Tuesday, October 13, 2009

The Atlas Oil spill: Just who is the West Australian kidding?

"And the company takes what the company wants
And nothing's as precious as a hole in the ground"
Blue Sky Mine, Midnight Oil (Lead singer Peter Garrett now Federal Environment Minister)
Two hundred and fifty kilometres off the WA Kimberley coast an environmental catastrophe is unfolding. Every day for eight weeks an estimated 400 barrels of oil have been leaking from the Atlas Oil rig into the Timor Sea. The leak began on 21 August and as of 13 October remains unplugged, despite numerous promises and commitments made by PTTEP the corporation responsible. The company is still unable (or refuses) to say what caused the spill, how much oil has leaked and when it will be plugged.For 8 weeks there have been assurances from the company and the Federal government that the leak is not serious and will soon be under control. Instead there has just been delay after delay and largely silence by the company and the Australian government on what happended.

Yet the West Australian newspaper (like the Australian government) can't seem to decide whether the leak is serious or not. It plays down the seriousness of the leak by claiming the experts are divided. In a piece in today's West (the first for nearly a week and as far back as Page 23) with the headline Experts divided on the spill's impact on marine life the West refuses to take a position on the spill. Compare the West Australian's efforts at supposedly objective reporting on this issue with its willingness to advocate and prosecute any number of other issues that serve its business interests or those of large WA corporate and business interests. Just why is the West Australian newspaper so keen to minimize and play down the seriousness and impact of the spill?

Well here's one perspective on that issue from Robert McChesney cited in David Edwards and David Cromwell' 2006 book Guardians of Power: The Myth of the Liberal Media:
"balanced professional journalism continuously "smuggles" in values conducive to the commercial aims of the owners and advertisers, as well as the political aims of the owning class"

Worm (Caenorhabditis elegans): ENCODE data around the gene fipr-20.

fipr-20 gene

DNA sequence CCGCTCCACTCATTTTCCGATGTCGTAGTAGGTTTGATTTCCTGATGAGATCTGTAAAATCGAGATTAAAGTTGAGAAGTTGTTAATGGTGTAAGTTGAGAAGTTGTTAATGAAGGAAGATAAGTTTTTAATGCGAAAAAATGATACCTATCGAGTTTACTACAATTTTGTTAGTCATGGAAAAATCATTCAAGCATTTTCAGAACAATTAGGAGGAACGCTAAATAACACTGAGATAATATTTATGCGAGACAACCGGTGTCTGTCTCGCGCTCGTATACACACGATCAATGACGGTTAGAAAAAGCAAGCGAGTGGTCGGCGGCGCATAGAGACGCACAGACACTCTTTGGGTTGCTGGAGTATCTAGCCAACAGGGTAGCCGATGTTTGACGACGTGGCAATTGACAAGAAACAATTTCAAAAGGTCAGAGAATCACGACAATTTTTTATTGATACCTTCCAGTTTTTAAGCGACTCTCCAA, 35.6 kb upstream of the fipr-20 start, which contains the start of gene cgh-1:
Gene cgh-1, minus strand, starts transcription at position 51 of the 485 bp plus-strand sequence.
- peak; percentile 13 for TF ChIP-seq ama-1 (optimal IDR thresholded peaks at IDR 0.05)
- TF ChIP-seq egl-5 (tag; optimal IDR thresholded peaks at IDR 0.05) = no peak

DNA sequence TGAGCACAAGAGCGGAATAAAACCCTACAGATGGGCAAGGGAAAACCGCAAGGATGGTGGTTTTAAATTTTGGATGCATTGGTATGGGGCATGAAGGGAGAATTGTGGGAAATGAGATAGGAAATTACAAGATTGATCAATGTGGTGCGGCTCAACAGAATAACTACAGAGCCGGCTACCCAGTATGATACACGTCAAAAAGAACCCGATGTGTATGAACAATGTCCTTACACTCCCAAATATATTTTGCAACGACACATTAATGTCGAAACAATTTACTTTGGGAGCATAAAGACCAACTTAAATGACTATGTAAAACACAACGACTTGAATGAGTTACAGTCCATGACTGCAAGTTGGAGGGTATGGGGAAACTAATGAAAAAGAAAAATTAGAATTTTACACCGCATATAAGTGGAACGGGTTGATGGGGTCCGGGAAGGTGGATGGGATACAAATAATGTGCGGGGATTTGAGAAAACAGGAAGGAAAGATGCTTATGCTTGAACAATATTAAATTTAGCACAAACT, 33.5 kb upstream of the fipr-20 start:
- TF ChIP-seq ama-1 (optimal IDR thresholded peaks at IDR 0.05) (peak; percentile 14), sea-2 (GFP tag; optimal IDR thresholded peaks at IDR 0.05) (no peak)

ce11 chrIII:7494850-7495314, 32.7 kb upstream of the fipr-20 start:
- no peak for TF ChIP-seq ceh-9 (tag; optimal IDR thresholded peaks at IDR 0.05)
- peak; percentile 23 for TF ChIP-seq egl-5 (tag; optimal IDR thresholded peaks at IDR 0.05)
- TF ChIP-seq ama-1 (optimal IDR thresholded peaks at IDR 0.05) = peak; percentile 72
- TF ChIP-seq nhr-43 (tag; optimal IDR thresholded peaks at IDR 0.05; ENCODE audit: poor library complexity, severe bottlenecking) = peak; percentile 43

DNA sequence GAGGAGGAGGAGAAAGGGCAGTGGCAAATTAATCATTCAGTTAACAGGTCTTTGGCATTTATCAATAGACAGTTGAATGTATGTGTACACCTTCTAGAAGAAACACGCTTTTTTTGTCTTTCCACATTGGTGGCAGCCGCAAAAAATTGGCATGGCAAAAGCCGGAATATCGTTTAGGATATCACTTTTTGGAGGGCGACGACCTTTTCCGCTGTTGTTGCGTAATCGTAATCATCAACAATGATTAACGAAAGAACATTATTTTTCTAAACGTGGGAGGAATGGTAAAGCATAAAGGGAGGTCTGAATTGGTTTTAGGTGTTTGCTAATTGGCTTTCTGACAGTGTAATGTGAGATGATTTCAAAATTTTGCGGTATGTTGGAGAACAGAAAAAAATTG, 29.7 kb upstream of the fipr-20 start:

The Atlas oil leak is one of Australia's worst oil spills. The oil and gas is leaking in what is recognised as a pristine marine environment, acknowledged as a "marine superhighway" for whales, dolphins, flatback turtles, fish and bird life. WWF Australia reports that the area is home to 15 species of whale and dolphins, more than 30 seabirds and five types of turtles and 30,000 individual sea snakes and 16,000 turtles.

Environmental groups and conservationists estimate that the oil slick has now spread at least 15,000 sq kms and covers an area more than 100 times the size of Sydney Harbour. The slick is reported to have reached Indonesian waters.

Environmental groups and fisherman who have visited the site describe significant harm to the environment and marine life, and identify concerns about the impact of toxicity including:
  • use of detergent (dispersants) which harm wildlife
  • flat back turtles and sea snakes contaminated with a combination of oil and detergent used to disperse the oil
  • sea snakes swimming amidst oil
  • dolphins and fish swimming in the slick affected water
  • sea birds covered in oil slick
  • death of sea birds
  • possible impact on coral spawning at Ashmore and Cartier Reef
Fisherman are particularly concerned about the likely impact on commercially important species such as snapper and red emperor, which are spawning at this time of the year.

The ABC carries unconfirmed reports of Indonesian fisherman finding thousands of dead fish and dead dolphins.

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